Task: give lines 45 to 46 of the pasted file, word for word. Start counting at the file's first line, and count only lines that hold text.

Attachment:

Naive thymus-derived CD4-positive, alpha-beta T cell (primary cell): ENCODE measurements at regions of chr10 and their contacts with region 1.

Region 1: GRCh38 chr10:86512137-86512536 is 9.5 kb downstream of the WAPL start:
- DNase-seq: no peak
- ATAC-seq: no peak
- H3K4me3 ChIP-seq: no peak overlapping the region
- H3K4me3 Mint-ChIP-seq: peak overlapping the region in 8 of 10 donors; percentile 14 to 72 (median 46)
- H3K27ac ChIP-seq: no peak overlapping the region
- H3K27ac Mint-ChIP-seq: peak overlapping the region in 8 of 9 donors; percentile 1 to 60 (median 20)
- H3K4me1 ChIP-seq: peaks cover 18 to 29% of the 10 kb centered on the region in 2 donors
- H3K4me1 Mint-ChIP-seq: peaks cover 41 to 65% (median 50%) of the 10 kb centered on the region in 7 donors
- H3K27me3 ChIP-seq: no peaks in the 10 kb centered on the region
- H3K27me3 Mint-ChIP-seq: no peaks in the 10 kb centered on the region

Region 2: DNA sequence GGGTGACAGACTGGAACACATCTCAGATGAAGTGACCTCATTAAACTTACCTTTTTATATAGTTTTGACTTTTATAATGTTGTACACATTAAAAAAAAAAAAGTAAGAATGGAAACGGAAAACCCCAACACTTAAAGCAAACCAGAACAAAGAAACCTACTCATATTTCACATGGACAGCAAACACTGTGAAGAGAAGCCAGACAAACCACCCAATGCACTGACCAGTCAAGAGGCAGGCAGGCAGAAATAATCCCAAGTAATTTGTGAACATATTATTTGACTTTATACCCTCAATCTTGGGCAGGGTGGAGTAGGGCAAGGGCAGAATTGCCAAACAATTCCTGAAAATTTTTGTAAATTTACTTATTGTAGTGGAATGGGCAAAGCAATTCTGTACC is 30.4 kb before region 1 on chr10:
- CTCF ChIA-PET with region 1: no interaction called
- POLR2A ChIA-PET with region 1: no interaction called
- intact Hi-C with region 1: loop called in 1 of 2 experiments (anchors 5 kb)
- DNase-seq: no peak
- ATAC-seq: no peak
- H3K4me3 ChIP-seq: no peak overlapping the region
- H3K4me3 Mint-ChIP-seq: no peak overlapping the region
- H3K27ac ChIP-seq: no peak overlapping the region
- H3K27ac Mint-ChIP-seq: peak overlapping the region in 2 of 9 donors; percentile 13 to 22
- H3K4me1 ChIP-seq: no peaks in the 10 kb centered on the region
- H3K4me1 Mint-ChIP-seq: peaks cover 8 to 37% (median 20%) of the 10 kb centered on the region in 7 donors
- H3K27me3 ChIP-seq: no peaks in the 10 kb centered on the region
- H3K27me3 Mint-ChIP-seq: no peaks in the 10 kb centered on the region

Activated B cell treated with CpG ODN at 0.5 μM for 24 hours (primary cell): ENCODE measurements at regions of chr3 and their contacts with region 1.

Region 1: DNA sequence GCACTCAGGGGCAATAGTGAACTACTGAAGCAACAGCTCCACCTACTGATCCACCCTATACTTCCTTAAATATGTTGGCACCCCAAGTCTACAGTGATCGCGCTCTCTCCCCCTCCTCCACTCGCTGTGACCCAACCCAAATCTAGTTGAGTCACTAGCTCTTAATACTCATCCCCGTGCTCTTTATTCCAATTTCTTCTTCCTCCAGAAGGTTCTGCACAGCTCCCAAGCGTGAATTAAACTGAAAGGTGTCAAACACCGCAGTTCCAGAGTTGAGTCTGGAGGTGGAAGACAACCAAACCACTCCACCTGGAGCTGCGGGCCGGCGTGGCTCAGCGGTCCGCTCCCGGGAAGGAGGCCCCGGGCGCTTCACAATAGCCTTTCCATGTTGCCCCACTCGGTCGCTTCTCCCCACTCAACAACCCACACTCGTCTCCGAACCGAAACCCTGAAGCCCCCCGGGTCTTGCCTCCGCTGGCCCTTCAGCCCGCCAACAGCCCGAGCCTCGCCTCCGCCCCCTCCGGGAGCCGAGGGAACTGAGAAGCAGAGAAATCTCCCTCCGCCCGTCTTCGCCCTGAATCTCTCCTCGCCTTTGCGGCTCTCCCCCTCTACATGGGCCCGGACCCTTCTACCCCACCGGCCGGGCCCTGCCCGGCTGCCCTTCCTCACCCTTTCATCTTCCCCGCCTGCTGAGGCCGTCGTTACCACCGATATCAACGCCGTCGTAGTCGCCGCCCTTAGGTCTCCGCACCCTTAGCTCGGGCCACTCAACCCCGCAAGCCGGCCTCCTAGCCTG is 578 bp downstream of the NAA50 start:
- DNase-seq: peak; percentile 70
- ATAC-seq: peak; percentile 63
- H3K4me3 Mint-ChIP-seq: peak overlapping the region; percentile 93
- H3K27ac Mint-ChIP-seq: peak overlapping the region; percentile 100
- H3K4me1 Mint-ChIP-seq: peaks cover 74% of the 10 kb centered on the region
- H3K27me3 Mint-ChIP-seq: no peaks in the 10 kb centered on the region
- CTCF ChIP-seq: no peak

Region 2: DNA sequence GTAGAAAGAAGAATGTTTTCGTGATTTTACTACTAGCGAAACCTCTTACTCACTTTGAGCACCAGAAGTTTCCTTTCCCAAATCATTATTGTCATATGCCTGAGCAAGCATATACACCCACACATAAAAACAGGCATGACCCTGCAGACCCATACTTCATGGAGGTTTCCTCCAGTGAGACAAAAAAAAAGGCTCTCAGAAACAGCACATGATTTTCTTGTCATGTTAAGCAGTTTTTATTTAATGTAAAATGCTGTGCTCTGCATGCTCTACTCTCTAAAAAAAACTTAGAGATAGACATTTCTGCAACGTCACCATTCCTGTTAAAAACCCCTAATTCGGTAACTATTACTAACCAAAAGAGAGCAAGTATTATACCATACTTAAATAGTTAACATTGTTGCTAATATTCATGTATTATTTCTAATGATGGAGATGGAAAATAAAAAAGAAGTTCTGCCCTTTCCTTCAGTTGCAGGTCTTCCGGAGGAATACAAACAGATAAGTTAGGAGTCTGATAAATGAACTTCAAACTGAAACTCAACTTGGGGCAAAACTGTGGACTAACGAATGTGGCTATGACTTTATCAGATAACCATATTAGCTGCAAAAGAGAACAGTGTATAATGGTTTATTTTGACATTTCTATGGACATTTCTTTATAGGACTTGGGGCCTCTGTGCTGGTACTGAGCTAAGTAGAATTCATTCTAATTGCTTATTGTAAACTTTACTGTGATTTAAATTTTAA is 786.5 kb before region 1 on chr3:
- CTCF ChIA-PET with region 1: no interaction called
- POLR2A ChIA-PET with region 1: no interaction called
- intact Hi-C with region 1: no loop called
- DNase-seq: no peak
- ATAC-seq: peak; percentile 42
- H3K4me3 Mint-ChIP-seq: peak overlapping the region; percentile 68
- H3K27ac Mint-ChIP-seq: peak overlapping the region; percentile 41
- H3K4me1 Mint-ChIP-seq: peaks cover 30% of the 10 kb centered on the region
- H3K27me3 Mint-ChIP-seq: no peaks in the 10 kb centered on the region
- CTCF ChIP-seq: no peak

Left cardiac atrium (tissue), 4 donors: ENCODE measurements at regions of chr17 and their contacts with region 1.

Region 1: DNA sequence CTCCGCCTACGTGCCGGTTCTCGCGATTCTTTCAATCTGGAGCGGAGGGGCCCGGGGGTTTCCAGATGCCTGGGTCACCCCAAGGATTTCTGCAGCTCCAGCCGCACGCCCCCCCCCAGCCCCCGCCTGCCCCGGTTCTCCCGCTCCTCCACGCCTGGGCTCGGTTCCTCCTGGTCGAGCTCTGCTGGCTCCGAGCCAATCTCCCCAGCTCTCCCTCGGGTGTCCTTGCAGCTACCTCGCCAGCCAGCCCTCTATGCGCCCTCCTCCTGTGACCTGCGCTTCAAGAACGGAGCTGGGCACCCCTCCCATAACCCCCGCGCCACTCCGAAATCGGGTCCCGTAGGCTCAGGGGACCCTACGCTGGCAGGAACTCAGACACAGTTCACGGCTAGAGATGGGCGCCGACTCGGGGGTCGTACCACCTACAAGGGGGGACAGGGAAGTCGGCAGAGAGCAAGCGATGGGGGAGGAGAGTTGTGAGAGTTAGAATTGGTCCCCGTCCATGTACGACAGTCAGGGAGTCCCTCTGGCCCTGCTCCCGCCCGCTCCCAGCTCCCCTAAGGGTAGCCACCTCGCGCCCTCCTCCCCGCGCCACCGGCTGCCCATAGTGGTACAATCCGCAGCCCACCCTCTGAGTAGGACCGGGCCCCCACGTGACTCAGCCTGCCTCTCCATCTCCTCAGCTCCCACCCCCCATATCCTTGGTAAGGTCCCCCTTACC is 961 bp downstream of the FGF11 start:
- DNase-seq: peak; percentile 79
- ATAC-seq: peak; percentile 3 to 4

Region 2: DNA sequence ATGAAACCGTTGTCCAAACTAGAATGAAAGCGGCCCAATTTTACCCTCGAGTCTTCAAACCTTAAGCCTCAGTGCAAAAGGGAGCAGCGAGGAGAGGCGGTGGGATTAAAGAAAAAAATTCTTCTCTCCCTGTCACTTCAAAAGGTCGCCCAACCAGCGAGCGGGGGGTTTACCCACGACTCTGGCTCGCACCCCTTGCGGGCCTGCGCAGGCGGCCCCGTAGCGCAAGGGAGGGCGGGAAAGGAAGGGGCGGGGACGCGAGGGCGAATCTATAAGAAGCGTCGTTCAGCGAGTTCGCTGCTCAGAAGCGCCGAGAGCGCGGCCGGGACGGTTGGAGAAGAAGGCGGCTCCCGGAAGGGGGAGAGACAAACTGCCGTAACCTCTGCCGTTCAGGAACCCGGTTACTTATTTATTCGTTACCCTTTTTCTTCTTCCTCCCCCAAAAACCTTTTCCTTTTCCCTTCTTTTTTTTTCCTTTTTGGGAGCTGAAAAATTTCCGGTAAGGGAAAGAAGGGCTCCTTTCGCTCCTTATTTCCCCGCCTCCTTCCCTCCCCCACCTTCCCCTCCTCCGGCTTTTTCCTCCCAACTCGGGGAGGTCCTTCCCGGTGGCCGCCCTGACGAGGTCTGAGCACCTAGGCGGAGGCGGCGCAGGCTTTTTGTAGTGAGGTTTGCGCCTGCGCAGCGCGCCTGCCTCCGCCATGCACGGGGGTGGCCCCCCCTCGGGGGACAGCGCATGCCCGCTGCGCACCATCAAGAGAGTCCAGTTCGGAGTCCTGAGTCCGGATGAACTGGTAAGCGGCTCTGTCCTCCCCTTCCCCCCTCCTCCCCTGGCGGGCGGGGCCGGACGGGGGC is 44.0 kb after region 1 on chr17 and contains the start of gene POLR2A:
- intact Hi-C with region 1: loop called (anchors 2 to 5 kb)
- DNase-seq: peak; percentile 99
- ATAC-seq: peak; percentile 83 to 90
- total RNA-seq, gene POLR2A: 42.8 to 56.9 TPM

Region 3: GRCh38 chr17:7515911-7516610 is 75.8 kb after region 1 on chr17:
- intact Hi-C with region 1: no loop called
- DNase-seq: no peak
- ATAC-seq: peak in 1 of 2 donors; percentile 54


- H3K27me3 Mint-ChIP-seq: no peaks in the 10 kb centered on the region
- CTCF ChIP-seq: no peak